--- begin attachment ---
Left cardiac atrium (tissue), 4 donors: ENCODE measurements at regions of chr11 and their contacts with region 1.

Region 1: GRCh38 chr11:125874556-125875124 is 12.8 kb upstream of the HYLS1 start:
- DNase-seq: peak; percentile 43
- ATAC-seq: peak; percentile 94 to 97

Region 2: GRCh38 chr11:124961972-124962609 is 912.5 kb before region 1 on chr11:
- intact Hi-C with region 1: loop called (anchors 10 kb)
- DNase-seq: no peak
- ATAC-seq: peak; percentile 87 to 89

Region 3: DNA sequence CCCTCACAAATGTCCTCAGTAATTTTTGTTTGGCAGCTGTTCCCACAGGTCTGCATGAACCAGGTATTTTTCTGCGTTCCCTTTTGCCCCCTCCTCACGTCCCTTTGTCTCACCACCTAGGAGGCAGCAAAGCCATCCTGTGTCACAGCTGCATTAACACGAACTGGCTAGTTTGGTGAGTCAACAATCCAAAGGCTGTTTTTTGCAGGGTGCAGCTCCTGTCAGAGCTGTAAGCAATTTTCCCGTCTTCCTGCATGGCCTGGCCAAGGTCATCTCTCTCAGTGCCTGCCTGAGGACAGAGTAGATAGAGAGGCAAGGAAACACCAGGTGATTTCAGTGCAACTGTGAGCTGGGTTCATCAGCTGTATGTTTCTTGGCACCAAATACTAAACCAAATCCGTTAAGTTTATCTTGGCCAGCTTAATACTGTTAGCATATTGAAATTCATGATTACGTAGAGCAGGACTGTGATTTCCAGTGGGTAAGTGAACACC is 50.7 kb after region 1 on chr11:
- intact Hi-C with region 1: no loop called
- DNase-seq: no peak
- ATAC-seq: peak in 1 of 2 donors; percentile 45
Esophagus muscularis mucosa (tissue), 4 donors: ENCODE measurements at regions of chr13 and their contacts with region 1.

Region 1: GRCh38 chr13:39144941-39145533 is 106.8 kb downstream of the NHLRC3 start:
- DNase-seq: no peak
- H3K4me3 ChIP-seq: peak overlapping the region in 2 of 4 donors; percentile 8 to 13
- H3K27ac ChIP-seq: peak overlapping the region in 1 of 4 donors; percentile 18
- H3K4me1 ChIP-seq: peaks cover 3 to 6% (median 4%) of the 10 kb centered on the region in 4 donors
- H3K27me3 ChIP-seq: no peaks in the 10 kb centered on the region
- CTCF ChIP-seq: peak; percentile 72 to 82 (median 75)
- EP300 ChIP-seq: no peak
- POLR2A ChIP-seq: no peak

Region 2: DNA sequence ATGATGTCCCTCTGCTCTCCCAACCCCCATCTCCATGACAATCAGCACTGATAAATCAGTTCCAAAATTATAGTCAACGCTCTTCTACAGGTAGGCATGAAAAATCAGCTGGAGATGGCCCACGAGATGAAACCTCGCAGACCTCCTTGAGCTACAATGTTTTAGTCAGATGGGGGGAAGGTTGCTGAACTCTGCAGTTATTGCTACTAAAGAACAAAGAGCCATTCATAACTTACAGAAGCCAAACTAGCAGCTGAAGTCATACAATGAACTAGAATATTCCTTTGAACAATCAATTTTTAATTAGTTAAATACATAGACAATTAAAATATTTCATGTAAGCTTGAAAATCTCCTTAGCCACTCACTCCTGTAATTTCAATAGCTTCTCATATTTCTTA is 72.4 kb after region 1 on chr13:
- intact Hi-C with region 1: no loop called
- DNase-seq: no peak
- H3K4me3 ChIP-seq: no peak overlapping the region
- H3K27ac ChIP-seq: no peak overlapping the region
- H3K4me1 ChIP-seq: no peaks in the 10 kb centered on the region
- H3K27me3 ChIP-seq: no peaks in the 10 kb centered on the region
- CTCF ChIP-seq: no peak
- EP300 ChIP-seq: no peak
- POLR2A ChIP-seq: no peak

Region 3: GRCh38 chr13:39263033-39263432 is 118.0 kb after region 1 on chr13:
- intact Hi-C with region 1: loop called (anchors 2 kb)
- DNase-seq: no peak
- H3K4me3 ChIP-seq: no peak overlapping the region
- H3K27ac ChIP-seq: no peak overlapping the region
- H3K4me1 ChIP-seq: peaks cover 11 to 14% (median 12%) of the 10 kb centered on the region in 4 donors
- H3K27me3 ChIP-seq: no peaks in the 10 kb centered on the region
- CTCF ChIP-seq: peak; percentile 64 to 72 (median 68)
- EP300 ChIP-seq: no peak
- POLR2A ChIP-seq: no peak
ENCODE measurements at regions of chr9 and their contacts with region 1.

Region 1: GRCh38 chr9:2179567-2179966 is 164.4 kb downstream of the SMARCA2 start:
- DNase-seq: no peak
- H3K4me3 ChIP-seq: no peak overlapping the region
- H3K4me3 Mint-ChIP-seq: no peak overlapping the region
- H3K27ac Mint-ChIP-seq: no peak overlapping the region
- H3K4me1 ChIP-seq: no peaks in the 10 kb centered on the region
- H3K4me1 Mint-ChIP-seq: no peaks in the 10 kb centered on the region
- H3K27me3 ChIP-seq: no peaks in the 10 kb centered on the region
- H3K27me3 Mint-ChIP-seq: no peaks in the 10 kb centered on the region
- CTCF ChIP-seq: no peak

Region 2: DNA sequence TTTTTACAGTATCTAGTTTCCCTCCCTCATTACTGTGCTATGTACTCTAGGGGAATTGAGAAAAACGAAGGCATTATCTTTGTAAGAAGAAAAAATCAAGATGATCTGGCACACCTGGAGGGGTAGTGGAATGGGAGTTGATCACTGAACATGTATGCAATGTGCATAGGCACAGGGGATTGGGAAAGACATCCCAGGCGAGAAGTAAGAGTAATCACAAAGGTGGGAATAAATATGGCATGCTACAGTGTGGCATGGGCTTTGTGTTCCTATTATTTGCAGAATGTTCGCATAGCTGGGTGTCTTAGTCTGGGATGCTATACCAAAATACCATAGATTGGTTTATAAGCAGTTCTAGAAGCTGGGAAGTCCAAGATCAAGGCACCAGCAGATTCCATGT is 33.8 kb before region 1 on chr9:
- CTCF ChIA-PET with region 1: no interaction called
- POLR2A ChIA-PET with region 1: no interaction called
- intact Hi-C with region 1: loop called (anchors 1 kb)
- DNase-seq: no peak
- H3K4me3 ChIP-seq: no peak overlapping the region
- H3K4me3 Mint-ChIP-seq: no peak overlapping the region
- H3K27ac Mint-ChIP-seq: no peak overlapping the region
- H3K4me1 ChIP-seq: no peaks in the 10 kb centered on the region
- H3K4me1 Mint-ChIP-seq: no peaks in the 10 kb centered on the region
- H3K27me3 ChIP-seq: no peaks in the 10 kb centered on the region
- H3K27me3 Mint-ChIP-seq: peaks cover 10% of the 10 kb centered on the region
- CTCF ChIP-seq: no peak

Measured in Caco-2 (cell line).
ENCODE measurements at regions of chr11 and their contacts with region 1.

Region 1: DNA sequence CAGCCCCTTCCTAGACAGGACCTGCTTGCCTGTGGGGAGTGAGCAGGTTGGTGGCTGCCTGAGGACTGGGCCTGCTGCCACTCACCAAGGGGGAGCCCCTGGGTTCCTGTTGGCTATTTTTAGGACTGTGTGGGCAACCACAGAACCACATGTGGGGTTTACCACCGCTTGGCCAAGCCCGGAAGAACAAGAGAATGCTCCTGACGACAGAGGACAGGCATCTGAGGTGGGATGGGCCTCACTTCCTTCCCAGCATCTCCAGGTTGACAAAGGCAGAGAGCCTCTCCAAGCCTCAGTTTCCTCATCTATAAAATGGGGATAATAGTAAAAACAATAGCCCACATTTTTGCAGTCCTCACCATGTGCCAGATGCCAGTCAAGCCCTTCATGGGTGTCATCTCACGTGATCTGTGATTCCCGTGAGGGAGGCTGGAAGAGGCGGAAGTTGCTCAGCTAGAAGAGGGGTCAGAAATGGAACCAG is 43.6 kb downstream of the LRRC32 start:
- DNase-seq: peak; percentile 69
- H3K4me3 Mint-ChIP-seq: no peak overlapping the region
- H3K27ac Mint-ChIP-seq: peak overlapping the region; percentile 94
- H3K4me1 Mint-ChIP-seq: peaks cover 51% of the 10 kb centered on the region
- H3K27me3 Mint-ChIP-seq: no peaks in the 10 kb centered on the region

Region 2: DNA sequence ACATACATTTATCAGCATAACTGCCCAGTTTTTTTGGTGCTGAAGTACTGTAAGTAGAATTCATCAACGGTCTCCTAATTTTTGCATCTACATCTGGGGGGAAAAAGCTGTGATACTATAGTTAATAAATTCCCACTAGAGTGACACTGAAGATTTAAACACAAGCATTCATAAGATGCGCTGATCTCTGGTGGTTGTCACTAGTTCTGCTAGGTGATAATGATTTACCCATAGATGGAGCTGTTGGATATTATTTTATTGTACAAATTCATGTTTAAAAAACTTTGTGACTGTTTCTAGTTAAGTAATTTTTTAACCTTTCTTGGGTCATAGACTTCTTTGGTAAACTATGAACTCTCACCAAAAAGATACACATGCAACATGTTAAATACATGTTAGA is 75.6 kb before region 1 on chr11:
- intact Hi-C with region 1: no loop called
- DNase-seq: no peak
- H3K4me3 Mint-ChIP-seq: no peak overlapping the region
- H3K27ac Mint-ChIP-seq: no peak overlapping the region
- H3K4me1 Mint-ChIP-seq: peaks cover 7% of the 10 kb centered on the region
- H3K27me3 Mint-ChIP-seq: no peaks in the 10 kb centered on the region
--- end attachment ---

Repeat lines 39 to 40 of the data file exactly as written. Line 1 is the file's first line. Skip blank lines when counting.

- H3K27me3 ChIP-seq: no peaks in the 10 kb centered on the region
- CTCF ChIP-seq: peak; percentile 64 to 72 (median 68)